Appadurai, Arjun. Modernity at Large: Cultural Dimensions of Globalization. Minneapolis, MN and London: University of Minnesota Press, 1996. Print.
Barker, Timothy Scott. Time and the Digital: Connecting Technology, Aesthetics, and a Process Philosophy of Time . Hanover, NH: Dartmouth College Press/University Press of New England, 2012. Print.
Barker, Timothy Scott. “Media Ecology in Michel Serres’s Philosophy of Communication.” Techné: Research in Philosophy and Technology, vol. 19, no. 1. 2015: 50–68. Print. DOI: 10
The following paper is devoted to the study of speech manipulation technologies in US political media discourse. A number of web-based articles have been taken under consideration for this study. They demonstrate the problem arising from the refugee flow in Europe and create a special “image” of the complicated European situation. It is helpful to see how the situation appears in the Internet media since this type of mass communication is most influential these days. While considering a large amount of media texts, a special speech manipulation technology has been revealed. This phenomenon demonstrates a distinct structure and close interrelations of purposefully selected elements. Going through a number of stages we can find out the technology of speech manipulation – a system of using the aggregate of speech manipulation instruments in order to purposefully guide the reality perception of the mass audience. The external level of the texts enables us to take a penetrating look at the internal intentions. This knowledge will help us not to confuse the migration crisis as it is and the migration crisis as it seems.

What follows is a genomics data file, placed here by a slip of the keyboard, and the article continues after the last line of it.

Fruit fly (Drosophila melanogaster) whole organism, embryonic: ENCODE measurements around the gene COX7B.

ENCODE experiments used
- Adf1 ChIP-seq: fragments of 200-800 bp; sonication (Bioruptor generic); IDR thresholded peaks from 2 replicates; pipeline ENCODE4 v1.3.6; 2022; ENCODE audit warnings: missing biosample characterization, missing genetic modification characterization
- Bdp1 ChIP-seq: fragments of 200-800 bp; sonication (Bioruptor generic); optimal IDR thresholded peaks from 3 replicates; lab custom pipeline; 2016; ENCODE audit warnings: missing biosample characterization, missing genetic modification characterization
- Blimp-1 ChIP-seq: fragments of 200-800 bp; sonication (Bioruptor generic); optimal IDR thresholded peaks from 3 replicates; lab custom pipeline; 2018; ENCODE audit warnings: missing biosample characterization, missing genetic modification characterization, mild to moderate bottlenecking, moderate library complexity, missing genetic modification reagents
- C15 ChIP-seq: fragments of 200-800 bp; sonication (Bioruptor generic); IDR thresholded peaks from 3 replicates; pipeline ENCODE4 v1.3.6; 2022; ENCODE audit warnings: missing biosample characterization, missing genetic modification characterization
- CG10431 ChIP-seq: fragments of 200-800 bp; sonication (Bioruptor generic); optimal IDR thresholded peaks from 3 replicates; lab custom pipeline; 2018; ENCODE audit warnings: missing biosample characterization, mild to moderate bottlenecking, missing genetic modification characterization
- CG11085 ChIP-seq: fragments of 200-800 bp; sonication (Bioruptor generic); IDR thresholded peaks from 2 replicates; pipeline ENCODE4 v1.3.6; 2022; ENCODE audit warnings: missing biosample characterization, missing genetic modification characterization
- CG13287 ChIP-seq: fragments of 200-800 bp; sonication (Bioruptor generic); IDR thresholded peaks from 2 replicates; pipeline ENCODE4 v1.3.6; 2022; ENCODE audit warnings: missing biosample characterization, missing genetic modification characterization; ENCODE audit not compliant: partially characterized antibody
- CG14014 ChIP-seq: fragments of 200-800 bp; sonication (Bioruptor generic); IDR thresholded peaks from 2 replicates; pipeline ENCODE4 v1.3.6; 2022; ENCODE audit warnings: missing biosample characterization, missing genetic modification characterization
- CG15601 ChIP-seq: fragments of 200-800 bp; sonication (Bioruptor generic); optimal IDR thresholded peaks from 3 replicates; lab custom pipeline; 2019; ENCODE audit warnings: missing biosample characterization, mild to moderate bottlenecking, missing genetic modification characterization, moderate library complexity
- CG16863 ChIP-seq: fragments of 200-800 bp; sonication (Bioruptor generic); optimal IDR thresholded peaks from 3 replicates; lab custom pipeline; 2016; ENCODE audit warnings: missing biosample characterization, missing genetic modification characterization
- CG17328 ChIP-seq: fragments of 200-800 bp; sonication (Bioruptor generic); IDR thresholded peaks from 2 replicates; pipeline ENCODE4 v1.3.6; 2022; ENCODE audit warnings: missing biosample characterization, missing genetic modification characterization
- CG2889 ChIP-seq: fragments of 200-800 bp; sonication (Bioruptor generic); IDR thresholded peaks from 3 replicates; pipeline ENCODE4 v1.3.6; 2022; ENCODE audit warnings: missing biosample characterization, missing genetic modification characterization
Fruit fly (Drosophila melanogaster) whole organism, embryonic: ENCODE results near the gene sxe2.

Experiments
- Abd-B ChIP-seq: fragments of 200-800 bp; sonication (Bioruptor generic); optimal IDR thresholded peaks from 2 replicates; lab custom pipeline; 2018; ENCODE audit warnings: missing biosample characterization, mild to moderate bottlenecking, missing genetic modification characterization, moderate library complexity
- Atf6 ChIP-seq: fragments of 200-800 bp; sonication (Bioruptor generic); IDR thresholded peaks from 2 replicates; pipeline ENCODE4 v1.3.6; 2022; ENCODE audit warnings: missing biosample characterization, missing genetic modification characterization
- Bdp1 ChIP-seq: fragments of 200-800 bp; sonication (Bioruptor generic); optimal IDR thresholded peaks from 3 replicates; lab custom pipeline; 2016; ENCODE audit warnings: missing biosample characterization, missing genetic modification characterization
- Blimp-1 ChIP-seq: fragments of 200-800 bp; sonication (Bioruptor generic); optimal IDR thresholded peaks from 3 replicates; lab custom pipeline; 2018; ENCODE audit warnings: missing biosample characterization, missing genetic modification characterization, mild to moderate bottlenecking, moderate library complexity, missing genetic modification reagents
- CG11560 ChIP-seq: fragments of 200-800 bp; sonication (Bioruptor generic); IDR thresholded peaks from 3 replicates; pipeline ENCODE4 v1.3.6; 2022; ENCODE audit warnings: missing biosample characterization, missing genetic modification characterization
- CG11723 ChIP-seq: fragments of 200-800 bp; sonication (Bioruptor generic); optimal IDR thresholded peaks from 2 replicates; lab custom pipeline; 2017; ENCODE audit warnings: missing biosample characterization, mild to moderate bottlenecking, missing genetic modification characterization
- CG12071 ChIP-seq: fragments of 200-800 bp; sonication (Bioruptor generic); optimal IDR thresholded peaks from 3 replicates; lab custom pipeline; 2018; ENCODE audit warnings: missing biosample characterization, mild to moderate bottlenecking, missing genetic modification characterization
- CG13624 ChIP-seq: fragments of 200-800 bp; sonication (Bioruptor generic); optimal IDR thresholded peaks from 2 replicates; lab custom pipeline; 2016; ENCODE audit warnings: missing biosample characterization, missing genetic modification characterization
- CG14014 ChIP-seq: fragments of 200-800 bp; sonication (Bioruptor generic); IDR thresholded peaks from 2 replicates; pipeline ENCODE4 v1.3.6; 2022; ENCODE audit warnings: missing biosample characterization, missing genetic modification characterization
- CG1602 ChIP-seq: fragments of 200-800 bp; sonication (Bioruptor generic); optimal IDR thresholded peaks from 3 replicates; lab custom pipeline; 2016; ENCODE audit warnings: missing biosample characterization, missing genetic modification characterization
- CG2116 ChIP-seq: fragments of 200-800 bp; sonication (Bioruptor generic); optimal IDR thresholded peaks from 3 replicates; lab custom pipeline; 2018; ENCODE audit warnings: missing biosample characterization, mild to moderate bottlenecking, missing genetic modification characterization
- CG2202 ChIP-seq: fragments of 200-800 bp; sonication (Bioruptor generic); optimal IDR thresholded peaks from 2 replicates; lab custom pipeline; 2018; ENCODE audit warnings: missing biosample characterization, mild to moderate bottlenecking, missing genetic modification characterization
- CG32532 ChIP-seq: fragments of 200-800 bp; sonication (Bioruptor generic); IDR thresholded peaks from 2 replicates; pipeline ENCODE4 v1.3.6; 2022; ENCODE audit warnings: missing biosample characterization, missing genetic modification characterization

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Haraway, Donna . “A Cyborg Manifesto. Science, Technology and Socialist-feminism in the Late Twentieth Century.” The Cybercultures Reader. Ed. David Bell and Barbara Kennedy. New York: Routledge, 2000. 292-324.
Hayles, N. Katherine. How We Became Posthuman. Virtual Bodies in Cybernetics, Literature and Informatics. Chicago: U of Chicago P, 1999.
Hillman, David and Ulrika Maude. The Body in Literature. Cambridge: Cambridge UP, 2015. Jacobson, Brian R. “Ex Machina in the Garden
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Dick, Philip K. Do Androids Dream of Electric Sheep? London: Millennium, 1999.
Galvan, Jill. “Entering the Posthuman Collective in Philip K. Dick’s Do Androids Dream of Electric Sheep ?” Science Fiction Studies 24.3 (1997): 413-429.